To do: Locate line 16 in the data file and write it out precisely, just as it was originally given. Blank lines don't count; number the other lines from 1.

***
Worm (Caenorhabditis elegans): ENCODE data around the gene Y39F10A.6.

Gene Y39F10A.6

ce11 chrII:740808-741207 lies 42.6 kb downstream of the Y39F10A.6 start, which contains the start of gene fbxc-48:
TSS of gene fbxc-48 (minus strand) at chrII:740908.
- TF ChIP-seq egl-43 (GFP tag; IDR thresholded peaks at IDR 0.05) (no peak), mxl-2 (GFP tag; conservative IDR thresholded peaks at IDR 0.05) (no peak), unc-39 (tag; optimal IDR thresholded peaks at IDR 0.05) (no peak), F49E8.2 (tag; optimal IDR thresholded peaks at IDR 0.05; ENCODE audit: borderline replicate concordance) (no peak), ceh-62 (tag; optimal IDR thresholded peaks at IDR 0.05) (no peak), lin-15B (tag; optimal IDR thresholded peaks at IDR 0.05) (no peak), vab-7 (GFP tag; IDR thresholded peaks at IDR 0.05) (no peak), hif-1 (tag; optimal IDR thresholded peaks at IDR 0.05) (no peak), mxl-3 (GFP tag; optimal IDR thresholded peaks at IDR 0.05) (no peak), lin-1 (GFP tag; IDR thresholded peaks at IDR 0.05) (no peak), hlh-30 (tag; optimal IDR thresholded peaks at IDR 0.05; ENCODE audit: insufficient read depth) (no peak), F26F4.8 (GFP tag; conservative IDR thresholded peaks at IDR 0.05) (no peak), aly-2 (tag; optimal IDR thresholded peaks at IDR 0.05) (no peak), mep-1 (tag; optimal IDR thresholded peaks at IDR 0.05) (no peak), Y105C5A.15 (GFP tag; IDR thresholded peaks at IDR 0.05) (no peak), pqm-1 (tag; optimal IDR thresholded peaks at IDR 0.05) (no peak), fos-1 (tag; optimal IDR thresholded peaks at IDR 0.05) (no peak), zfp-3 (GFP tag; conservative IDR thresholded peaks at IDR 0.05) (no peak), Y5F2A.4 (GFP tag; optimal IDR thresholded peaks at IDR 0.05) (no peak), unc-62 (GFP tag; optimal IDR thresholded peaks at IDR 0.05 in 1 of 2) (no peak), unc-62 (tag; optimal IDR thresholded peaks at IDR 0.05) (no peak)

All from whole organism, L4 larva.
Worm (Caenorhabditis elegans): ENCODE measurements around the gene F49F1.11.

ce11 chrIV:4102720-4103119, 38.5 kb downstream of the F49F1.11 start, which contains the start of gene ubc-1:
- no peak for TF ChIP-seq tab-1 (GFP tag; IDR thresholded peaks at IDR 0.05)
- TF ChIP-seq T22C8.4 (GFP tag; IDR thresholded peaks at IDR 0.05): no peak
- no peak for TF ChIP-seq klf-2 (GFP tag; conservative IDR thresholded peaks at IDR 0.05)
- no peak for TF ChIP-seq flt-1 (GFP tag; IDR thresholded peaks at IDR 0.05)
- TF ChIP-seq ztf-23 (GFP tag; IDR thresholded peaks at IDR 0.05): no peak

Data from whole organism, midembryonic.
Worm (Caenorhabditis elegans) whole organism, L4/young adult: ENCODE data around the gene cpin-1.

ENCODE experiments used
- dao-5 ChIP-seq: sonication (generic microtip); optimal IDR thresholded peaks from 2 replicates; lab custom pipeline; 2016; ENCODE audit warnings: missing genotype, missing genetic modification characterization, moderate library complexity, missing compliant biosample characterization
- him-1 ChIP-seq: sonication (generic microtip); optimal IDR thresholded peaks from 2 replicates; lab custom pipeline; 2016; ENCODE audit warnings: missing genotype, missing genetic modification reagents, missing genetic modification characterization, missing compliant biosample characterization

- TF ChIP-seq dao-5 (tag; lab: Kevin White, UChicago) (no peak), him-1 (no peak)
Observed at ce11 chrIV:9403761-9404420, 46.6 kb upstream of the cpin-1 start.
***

ENCODE experiments used